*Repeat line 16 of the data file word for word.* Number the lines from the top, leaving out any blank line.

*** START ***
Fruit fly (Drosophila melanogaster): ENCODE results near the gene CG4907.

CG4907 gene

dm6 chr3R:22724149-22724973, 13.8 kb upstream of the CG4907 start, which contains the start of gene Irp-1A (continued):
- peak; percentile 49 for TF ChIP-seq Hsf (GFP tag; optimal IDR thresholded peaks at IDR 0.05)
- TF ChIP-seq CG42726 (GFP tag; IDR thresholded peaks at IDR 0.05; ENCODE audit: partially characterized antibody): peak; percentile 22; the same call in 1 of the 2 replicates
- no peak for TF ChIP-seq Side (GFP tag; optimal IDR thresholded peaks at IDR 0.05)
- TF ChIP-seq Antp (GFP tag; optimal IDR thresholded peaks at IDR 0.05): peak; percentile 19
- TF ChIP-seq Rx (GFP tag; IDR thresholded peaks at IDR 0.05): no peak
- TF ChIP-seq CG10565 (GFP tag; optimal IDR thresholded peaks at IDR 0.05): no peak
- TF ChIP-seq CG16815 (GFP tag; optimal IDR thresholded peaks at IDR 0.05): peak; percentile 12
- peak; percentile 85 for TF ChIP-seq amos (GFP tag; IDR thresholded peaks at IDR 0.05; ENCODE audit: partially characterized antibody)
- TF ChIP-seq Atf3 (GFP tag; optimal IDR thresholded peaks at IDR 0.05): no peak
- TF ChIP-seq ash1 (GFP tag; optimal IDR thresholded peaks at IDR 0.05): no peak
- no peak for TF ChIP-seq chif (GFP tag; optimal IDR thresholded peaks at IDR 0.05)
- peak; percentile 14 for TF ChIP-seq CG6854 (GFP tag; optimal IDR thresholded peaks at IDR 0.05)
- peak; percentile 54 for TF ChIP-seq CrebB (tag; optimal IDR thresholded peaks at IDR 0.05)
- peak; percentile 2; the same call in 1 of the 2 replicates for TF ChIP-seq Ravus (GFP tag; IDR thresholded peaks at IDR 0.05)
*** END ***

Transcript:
- peak; percentile 54 for TF ChIP-seq CrebB (tag; optimal IDR thresholded peaks at IDR 0.05)